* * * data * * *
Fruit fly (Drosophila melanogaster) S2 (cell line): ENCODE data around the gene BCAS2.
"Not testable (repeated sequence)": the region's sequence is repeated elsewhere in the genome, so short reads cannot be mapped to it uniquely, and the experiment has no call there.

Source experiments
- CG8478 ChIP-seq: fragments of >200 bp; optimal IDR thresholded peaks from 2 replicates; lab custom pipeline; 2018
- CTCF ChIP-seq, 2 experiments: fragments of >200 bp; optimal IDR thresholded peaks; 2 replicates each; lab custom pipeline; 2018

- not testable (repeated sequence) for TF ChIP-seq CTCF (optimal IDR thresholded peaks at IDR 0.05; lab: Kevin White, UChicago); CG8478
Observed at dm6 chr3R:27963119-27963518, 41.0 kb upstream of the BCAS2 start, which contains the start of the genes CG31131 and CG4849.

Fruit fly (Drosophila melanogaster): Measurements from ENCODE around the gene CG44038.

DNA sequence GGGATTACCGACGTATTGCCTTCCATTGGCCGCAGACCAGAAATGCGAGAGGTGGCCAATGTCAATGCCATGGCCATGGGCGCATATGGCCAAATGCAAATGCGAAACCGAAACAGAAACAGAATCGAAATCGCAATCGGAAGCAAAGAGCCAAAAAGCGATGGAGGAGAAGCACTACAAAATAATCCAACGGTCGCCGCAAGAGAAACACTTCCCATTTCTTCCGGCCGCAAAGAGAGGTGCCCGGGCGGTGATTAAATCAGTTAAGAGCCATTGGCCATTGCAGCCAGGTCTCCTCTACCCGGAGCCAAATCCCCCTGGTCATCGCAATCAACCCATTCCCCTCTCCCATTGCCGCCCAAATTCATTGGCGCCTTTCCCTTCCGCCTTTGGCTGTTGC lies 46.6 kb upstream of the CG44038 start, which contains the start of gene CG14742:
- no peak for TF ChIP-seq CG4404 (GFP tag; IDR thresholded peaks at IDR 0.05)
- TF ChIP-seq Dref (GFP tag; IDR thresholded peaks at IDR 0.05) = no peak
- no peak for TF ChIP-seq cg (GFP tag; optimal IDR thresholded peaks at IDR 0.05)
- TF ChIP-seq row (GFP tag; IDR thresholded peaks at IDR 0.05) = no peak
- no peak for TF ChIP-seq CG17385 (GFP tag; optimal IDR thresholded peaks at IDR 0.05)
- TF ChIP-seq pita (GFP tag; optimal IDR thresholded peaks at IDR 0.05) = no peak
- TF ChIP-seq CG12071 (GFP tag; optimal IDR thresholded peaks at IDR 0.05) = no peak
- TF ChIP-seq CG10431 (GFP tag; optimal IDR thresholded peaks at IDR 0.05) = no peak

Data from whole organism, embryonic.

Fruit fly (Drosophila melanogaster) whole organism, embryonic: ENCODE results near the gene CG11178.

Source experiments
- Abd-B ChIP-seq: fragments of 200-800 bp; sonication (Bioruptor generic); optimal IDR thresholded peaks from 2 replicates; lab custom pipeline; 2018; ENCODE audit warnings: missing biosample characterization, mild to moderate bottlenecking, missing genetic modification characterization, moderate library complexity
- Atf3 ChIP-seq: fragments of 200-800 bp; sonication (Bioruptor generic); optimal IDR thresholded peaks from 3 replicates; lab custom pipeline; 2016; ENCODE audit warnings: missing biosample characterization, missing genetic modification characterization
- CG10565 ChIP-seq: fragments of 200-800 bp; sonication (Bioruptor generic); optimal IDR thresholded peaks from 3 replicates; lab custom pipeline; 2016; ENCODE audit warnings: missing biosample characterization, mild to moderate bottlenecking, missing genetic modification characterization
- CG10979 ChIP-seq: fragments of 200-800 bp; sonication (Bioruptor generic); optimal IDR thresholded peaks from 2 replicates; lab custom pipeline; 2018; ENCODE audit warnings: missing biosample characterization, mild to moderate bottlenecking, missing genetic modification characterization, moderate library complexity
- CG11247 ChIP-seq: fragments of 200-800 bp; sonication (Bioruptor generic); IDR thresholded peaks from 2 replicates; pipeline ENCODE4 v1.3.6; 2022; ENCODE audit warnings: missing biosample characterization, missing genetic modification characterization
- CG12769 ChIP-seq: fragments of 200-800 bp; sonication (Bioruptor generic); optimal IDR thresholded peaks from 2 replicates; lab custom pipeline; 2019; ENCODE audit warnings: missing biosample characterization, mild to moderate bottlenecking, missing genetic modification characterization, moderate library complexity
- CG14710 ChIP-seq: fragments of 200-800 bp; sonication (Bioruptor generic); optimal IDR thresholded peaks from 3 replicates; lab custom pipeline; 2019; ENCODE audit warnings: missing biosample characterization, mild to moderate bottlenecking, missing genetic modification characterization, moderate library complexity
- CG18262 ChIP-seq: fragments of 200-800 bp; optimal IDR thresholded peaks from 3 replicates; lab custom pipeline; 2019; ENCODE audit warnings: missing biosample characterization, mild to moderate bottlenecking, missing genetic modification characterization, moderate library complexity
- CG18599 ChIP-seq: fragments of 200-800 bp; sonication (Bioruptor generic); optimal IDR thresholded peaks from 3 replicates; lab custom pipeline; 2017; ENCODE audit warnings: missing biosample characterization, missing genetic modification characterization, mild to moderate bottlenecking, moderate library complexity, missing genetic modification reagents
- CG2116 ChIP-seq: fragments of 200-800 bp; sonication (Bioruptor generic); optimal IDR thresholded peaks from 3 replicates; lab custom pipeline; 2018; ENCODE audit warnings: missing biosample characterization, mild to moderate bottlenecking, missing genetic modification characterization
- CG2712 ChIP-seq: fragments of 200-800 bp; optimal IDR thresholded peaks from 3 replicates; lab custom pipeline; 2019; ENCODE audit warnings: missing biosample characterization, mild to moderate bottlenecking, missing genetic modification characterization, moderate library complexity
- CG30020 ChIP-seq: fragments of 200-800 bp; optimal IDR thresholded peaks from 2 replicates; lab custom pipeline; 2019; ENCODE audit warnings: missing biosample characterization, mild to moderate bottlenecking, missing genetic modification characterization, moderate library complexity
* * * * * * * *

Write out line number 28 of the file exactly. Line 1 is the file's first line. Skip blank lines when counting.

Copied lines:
- CG18262 ChIP-seq: fragments of 200-800 bp; optimal IDR thresholded peaks from 3 replicates; lab custom pipeline; 2019; ENCODE audit warnings: missing biosample characterization, mild to moderate bottlenecking, missing genetic modification characterization, moderate library complexity